Friday, November 20, 2009

How to Fall Off a Barn Roof

This one is surprisingly easy. The first thing you have to do is get an eight year old friend. We'll call him, oh, Kurt. It helps if you're also eight years old but that's not necessary. Then find a barn, preferably an old barn with attached side buildings used to store tack and channel calves through to get them into a trailer for auction. Make sure you can climb up a rickety wooden ladder and get up to the roof of one of the side buildings. The roof should be about twelve feet high.

Once you've secured all this preliminary equipment, get a small tree frog. The tree frog is really the critical part of this sequence of events. Don't skimp on the frog.

Next, take the frog and your friend Kurt up the ladder, walk out onto the roof and set the frog at the edge. The frog will likely do what it is that frogs do. If it doesn't, poke it in the rump with your finger. Lean forward to watch the frog fall.

(I know what you're thinking. But this is not quite the part about falling off the roof yet. Wait for it.)

Squeal with maniacal eight year old glee and swing down to the barnyard on a handy Douglas Fir branch that is perfectly positioned as a method of reaching the ground quickly and safely. Retrieve the frog.

Climb back up on the roof and repeat the process, only this time letting your friend Kurt push the frog. Squeal with glee. Retrieve the frog.

At this point, since it is clearly your turn to make the frog jump off the roof, you should ensure that you are the one to retrieve the frog. Failure to accomplish this simple task will inevitably lead to the following:

Kurt gets the frog and claims that he's going to take your turn. You don't want to believe him but since possession is nine tenths of the law you realize that you could very soon get screwed out of what is rightfully yours. You follow Kurt up onto the roof and see his happy face turn back to you and repeat that he's going to be the one to push the froggie off the roof and that he's apparently going to delight in intentionally stealing your turn. You explain in brief, eight year old language that you disagree with this course of action, but are powerless to do anything about it because you're watching Kurt run away from you across the roof. You chase him.

Here's where things get interesting. You watch Kurt turn his head and check where the edge of the roof is. He then turns back to resume taunting you while still running at a pretty good clip. You follow, still pleading your case but beginning to accept that as he gets closer to the edge it is more likely that he will, in fact, take your turn. At this point your heart begins breaking because you really, really wanted to push the froggie off the roof and Kurt has done stuff like this before so you're really at a loss for what to do and you begin to reevaluate your position in the universe and wonder how God could be so cruel.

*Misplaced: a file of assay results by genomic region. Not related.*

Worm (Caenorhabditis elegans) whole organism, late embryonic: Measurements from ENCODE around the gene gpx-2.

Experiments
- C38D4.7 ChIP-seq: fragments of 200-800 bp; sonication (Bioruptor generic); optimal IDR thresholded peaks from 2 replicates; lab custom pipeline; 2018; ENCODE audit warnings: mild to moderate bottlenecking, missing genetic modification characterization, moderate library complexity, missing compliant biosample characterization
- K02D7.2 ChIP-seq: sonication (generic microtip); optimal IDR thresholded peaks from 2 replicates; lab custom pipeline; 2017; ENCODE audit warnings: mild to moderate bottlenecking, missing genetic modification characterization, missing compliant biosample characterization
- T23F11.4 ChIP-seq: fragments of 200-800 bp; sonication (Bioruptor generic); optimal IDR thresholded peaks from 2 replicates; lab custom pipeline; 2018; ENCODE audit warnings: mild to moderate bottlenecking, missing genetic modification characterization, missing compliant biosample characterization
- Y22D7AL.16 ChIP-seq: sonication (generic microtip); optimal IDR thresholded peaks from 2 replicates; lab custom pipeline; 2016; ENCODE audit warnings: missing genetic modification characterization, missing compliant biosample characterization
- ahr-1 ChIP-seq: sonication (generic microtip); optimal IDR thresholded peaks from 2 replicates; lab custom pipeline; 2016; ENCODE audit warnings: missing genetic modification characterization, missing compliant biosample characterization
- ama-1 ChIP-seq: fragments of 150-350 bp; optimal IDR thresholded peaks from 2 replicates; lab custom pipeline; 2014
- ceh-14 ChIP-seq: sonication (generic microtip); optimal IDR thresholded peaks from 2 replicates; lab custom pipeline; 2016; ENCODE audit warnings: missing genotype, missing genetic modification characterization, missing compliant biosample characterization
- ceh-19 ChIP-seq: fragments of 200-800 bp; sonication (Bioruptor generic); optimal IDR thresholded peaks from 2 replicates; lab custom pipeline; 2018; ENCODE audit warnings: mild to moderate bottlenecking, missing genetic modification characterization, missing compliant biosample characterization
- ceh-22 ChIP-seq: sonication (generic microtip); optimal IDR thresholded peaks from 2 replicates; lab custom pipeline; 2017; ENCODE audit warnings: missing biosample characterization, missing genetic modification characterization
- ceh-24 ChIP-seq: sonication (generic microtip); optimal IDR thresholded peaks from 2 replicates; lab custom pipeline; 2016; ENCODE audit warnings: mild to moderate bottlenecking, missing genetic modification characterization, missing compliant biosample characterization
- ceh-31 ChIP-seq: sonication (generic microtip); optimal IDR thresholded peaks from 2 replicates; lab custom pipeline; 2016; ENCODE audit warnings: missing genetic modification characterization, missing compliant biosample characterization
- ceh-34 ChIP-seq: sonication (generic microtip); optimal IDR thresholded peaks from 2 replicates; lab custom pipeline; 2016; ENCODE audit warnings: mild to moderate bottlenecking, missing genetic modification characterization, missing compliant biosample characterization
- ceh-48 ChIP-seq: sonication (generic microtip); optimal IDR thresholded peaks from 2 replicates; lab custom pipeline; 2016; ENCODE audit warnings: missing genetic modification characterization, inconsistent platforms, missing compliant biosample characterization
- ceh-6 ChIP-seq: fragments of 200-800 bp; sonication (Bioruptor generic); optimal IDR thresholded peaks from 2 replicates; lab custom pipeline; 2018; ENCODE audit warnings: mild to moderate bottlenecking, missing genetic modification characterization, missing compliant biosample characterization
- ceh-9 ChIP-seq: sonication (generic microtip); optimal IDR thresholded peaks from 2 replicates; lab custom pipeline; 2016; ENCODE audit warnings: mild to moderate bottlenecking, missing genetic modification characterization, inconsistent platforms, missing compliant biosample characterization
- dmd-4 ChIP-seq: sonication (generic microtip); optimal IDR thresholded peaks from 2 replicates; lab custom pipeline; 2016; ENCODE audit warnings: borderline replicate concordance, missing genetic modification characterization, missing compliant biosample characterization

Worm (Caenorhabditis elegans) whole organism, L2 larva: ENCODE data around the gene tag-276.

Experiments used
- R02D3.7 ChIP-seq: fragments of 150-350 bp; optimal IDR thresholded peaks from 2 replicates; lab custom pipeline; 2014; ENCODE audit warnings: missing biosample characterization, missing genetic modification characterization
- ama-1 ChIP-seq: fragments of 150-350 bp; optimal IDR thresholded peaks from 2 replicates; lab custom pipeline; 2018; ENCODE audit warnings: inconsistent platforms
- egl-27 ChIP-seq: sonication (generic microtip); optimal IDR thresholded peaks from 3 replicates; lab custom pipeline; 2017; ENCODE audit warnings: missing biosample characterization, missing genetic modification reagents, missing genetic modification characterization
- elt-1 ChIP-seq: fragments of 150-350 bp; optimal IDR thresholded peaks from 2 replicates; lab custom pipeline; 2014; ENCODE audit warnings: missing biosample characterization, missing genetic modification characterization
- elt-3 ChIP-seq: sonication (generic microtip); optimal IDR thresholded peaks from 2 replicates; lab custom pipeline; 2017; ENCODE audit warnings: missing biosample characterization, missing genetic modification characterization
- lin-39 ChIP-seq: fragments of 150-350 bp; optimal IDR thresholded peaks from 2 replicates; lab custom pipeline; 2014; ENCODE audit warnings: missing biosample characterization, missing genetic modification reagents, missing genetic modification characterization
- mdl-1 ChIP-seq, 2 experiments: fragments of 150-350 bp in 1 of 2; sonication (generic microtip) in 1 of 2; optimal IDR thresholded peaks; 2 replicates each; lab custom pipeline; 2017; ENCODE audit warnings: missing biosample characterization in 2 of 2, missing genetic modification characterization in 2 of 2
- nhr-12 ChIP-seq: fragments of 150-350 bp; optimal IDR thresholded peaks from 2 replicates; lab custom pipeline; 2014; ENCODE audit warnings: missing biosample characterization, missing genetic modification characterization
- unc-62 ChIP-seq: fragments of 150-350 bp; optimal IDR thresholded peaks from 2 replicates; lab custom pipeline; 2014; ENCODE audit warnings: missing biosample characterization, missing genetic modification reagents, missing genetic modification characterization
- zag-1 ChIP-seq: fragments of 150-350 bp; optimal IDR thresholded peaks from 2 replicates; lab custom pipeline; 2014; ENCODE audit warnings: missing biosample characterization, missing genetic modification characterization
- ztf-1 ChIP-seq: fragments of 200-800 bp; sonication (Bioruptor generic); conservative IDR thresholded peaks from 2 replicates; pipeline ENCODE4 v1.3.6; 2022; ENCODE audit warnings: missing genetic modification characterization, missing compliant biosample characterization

Watch, dumbstruck, as Kurt runs right off the roof at full speed. Stop running and go to the edge to see Kurt sprawled out on the dirt, sucking in air for a pretty good cry if he could ever get it out. Swing down, using the quick and safe method described above, and stand helplessly as Kurt flops about like a dying fish. Run to go get the babysitter. Spend the next couple of hours in the Emergency Room, telling this same story to several different people.

And that's how to fall off a barn roof.


Brandon said...

Hey Jeff,
Your a sword and sworcery/ fantasy writer, have you heard of Lars Walker? I just found his work, and it's amazing. I thought you should know! I did a review of his book "Year of the Warrior."

At any rate, you should seriously check him out!

Jeff Draper said...

Your review is impressive and I agree that Walker looks like an author to support. I just started writing my next story which is set in Anglo-Saxon England and uses the clash of Christian and pagan cultures as a backdrop for a dragon hunting tale. I'd love to read Year of the Warrior for some insights I might be missing.

Brandon said...

Hey Jeff,
Wow, sounds like a great historical period to write a fantasy in.

I hope you do get "Year of the Warrior"...and if you do read it, let me know what you think.

It's a fantasy story with depth and weight. The moral delimmas are staggering...

Keanan Brand said...

(taking notes about the frog and the roof) So, what was the wind speed, precisely what running speed is required for the correct trajectory? I want to get this right.

Jeff Draper said...

The air speed velocity was reminiscent of an unladen African swallow.